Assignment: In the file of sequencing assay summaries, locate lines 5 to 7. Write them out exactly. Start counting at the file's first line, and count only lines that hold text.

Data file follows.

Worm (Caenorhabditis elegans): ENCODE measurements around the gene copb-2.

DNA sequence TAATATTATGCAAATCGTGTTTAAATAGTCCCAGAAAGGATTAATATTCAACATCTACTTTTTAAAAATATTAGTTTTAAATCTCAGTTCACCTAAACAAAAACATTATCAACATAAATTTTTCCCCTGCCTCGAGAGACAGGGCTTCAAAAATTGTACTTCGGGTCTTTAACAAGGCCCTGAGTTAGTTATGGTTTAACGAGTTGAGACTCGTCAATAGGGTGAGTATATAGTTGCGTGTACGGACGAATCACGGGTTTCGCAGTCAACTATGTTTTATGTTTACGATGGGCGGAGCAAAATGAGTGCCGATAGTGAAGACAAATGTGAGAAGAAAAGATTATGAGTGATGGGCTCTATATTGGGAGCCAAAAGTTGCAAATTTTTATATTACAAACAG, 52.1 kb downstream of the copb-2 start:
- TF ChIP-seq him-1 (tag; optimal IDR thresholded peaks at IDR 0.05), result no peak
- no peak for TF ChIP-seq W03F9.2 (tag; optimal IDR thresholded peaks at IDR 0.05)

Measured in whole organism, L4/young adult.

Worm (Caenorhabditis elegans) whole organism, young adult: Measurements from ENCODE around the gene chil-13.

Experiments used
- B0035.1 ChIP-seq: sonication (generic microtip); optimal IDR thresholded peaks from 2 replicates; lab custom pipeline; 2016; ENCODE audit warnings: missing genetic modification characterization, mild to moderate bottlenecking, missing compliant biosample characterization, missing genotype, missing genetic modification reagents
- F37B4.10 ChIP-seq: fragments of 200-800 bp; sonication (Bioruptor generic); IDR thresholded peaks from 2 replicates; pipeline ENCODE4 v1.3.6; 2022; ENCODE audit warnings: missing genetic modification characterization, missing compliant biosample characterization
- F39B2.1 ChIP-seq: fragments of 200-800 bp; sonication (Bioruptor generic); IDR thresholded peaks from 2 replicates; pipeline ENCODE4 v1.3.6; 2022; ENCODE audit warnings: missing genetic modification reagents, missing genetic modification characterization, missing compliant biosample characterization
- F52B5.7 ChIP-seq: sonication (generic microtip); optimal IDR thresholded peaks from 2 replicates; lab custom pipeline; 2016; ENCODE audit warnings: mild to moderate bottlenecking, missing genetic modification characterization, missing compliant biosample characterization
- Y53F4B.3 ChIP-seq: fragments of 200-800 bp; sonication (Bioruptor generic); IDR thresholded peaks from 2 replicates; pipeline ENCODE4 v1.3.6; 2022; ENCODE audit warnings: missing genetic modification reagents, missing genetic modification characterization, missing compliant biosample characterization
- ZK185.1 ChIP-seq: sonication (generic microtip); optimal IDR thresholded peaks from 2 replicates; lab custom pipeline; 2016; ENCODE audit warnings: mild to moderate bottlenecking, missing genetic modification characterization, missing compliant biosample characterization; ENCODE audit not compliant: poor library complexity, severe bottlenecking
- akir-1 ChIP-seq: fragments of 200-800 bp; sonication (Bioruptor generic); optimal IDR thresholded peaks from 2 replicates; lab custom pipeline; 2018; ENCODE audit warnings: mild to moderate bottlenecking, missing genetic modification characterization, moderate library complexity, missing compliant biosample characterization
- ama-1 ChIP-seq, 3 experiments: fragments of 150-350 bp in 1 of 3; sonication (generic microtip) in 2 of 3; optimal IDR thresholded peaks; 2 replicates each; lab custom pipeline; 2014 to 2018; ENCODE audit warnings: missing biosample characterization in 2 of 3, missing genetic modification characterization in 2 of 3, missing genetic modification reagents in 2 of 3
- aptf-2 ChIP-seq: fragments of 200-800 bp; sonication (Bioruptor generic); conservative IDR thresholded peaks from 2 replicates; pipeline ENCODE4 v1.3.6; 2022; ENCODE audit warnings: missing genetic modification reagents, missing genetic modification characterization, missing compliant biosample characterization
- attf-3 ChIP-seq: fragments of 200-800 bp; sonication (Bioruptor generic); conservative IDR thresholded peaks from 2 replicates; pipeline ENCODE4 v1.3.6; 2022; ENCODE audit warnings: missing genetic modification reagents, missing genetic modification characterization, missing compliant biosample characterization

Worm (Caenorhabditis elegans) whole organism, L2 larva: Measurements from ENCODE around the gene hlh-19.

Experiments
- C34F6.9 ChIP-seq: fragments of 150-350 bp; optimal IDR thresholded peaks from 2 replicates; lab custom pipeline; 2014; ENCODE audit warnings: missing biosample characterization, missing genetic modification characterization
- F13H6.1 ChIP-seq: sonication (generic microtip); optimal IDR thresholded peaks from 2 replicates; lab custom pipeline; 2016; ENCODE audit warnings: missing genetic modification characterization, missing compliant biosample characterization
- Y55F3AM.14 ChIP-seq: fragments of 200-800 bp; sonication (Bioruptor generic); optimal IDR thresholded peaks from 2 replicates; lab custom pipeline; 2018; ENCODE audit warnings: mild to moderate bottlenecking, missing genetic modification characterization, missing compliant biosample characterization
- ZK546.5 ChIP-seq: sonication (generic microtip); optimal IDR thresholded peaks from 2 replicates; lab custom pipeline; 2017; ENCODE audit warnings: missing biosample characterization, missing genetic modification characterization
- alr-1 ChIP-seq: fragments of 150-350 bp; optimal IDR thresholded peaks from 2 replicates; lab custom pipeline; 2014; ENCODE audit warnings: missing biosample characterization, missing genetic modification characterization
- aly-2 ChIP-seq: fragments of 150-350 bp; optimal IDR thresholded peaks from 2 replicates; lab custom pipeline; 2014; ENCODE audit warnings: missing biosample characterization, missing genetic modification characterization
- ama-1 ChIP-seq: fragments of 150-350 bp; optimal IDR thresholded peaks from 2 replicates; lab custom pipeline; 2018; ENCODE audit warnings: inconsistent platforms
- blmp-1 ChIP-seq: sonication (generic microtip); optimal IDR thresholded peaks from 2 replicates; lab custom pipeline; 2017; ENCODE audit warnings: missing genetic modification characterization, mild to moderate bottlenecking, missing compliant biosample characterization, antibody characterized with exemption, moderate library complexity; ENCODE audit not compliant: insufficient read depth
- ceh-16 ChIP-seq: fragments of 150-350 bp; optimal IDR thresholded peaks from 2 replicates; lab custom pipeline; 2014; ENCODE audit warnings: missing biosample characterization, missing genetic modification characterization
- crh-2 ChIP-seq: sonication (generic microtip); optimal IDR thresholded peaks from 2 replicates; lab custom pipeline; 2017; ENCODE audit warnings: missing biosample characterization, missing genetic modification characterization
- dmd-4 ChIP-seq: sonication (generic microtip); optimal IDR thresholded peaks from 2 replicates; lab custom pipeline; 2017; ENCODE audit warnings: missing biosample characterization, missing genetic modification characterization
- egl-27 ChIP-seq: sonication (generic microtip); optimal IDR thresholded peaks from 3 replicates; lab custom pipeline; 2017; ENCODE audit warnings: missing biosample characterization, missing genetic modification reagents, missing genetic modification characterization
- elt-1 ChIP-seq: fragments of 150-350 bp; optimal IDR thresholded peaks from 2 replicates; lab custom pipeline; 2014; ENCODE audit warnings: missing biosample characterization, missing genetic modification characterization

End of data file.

Measured in whole organism, L4/young adult.

Worm (Caenorhabditis elegans) whole organism, young adult: Measurements from ENCODE around the gene chil-13.

Experiments used